Blue Valentine

Derek Cianfrance
Ryan Gosling, Michelle Williams, Faith Wladyka, John Doma
The Setup: 
Drama alternates between the beginning and ending of a relationship.

I wasn't really interested in this until I read a particular review that described it in horror movie terms, and well, horror when applied to relationships--that appeals to me! So I packed my friend Howard [interested in it already] and we ran off to see it.

The deal here is that we alternate between the beginning and breakup of a relationship, skipping everything in between, which really we don't need to see, anyway. We open with a little girl coming inside to wake her father, as their dog is missing. This is Ryan Gosling as Dean, who holds onto his child with a cigarette dangling from his mouth. They wake Michelle Williams as mom Cindy, who makes the [non-instant] oatmeal with water instead of milk, presumably because they have no money [she works as a medical assistant and he paints houses]. She obviously stopped being amused by her husband's antics some time ago [although their four-year-old daughter is delighted], and we notice the first of many cracks about how Dean is essentially a child.

We now see younger Dean get a job at a moving company, and move an old man from his house to a room in a nursing home. Dean takes his time and sets up the man's room, placing his posessions up all over, setting up pictures and mementos, etc. The scene ends when we see him looking out of the room in a strange way. We later find out that he had seen Cindy for the first time then, and later ended up sharing a pleasant night with her; one of the big sequences of the film, where he plays ukelele and sings "You Always Hurt the One You Love" as she dances in a carefree way, neither of them knowing what's ahead of them.

In the present, Cindy finds their dead dog by the side of the road. Dean calls up a local theme motel and arranges a night in the "future room," saying they have to get out of the house, go get drunk, and have a good time together. Cindy tells him pretty explicitly that she doesn't want to go--and while we spend a lot of time in that room with them, and not much of it is fun. It tells you a great deal about Dean that when Cindy criticizes him for having a job where you can start drinking at 8am, he replies that's what's GREAT about it. Earlier we have seen Cindy's grandmother express regrets about her own loveless marriage, advising Cindy to wait for a man who cares about her as a person, and we soon see that Cindy's own parents don't exactly have a high degree of trust and respect in their own dealings.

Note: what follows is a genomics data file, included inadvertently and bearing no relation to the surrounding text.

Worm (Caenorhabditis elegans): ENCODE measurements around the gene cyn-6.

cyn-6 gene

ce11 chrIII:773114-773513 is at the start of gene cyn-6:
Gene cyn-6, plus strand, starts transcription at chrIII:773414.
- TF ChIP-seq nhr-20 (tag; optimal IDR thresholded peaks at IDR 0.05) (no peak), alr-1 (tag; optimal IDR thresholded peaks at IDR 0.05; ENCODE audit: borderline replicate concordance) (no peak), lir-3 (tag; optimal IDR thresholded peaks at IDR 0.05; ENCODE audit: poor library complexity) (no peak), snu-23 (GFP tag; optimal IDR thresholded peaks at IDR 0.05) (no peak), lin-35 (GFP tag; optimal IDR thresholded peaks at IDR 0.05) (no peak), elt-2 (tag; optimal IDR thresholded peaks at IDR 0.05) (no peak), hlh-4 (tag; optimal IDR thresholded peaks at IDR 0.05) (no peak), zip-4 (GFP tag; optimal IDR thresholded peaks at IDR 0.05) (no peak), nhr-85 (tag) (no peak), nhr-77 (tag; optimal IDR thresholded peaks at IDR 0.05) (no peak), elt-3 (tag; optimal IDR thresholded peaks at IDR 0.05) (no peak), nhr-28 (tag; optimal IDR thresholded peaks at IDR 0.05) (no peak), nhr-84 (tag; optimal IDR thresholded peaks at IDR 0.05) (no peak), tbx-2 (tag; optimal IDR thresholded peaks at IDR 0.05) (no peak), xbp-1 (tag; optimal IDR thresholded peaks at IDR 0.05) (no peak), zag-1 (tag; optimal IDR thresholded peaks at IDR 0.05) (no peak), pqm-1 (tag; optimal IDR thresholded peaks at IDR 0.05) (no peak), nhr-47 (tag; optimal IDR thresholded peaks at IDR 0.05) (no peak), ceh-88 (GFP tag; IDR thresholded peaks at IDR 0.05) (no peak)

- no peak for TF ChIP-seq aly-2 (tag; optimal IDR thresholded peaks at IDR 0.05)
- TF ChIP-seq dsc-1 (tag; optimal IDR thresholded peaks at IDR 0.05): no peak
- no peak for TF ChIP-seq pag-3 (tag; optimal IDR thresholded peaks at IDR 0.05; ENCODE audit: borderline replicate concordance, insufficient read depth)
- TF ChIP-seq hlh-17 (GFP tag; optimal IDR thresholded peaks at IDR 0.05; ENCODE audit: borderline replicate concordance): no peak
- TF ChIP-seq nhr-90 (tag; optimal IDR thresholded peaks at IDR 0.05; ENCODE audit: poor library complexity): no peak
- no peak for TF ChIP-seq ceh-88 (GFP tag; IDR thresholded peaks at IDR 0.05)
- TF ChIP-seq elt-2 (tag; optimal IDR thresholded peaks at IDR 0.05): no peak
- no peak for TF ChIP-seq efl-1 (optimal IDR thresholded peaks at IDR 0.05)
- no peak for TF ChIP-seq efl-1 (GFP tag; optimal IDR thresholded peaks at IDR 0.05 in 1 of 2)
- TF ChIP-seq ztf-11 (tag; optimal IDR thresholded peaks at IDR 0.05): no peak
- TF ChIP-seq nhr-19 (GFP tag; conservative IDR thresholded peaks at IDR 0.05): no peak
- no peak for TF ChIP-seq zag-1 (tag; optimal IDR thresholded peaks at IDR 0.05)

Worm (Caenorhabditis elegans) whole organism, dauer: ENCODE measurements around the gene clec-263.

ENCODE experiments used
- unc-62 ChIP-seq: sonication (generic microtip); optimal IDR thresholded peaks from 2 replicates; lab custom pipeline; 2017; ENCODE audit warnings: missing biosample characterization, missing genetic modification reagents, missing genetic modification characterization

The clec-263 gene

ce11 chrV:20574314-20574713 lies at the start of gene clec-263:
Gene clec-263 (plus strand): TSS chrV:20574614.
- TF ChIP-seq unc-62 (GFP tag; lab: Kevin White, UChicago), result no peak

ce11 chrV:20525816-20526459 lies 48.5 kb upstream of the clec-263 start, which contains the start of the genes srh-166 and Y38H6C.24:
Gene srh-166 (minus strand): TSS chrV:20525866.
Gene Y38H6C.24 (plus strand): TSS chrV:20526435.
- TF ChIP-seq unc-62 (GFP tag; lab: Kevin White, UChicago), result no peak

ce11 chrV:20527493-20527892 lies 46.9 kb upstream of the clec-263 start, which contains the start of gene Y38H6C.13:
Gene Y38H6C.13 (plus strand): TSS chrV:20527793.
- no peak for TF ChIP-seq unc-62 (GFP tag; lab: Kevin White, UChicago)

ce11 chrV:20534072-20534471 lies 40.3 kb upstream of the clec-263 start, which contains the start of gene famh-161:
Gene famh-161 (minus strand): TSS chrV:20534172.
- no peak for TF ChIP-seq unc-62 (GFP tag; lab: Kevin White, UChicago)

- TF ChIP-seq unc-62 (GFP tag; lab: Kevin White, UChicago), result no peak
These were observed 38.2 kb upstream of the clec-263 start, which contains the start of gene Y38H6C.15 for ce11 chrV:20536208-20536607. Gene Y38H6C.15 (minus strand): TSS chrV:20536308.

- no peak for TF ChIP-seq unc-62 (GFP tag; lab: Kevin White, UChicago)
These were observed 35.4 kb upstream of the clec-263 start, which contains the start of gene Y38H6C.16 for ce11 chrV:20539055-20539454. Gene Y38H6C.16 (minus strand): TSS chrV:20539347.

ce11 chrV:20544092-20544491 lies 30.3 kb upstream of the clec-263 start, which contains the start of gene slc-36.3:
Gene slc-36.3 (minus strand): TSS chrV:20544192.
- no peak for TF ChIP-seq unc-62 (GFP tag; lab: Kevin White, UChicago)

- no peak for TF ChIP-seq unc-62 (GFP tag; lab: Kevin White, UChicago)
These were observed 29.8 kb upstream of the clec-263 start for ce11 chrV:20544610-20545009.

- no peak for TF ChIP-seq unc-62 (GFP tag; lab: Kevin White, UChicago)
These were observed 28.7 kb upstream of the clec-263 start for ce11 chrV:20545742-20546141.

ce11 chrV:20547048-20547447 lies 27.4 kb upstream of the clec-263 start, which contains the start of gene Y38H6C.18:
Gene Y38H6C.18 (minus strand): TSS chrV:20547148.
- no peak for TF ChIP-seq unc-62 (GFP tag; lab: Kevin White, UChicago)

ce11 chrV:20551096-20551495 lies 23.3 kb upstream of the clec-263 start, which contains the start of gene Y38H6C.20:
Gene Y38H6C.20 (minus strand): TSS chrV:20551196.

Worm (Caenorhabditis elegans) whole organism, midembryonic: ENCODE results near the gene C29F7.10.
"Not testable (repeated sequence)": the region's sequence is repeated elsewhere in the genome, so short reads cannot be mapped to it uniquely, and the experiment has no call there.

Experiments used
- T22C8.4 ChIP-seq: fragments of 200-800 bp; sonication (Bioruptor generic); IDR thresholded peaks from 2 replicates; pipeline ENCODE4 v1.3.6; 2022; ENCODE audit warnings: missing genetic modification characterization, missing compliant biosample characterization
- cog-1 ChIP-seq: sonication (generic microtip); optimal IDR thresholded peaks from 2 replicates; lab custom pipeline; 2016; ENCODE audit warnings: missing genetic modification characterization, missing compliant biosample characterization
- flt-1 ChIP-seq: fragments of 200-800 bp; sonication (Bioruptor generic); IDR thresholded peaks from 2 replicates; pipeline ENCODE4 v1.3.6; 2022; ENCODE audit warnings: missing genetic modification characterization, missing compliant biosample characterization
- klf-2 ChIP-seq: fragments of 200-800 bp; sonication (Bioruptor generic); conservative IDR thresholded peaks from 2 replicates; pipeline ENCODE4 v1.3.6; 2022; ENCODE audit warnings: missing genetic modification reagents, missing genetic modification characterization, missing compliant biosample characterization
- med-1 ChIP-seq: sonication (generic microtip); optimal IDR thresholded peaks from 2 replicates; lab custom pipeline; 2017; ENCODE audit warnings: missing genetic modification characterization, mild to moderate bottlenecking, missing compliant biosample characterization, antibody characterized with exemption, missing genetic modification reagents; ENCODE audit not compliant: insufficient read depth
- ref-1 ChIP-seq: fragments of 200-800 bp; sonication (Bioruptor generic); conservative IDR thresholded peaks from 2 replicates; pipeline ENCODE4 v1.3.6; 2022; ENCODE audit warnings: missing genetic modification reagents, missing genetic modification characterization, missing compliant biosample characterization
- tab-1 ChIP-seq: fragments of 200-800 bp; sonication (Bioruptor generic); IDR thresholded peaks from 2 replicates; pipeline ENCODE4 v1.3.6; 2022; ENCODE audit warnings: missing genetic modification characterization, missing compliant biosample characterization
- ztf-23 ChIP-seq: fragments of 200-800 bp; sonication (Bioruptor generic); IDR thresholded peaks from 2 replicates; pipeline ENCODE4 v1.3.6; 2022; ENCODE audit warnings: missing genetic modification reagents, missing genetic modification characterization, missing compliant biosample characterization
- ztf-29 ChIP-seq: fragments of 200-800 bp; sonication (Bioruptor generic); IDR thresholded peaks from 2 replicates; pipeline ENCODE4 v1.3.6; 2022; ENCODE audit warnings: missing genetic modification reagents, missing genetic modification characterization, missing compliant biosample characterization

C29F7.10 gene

So you see things as they're starting, and you see where they end up, which is quite a fatalistic view, but in a way it's SO depressing that you kind of defend against it [like antibodies] and I didn't find it that bothersome. Their lives and the little wrinkles that end up in their relationship seem very true-to-life and lived in, and one special thing I admired about the script is that they both have their own believable, and very consistent, styles of bad communication. We see that Cindy simply doesn't talk when something is bothering her, and when she does talk she just repeats "I can't do this! I can't! I can't! I can't! I can't do it!" while he says something like "Just tell me what I need to do? Tell me! Just tell me and I'll do it! Just tell me!" It also features little luminous details that go far to fill in the backstory and characters here, like when Dean comes barging into Cindy's office demanding to speak with her, and her co-worker says "Don't let him brainwash you!" With that one line, a whole history of inter-office complaining comes clear.

This movie also sucessfully portrays characters that are simply not all that smart, but in a realistic way that doesn't condescend or beg for sympathy.

We also find out eventually that this marriage is the result of the old unexpected pregnancy and impulsive decision to get married. Another great little detail is when we discover that Dean has not graduated high school, because it "wasn't right for him," and that he thinks that "high school isn't what it's cracked up to be." It was during these moments that I thought what a great cautionary film this would make to high school students, as two messages one gets solid reinforcement for are STAY IN SCHOOL! and USE BIRTH CONTROL!

Anyway, very good, very well-written and acted, and very depressing. Afterward you can think about it and a lot of small connections and links of consistency come out, which are there making this a solid story, but without having to announce each and every one. This is in contrast to something like Black Swan, which broadcasts its every artsy little touch so no one can miss how very artsy it is. This one is content to be subtle and let you notice things. Subsequently, the more one thinks about it, the better it gets.

Should you watch it: 

Yes, it's quite good.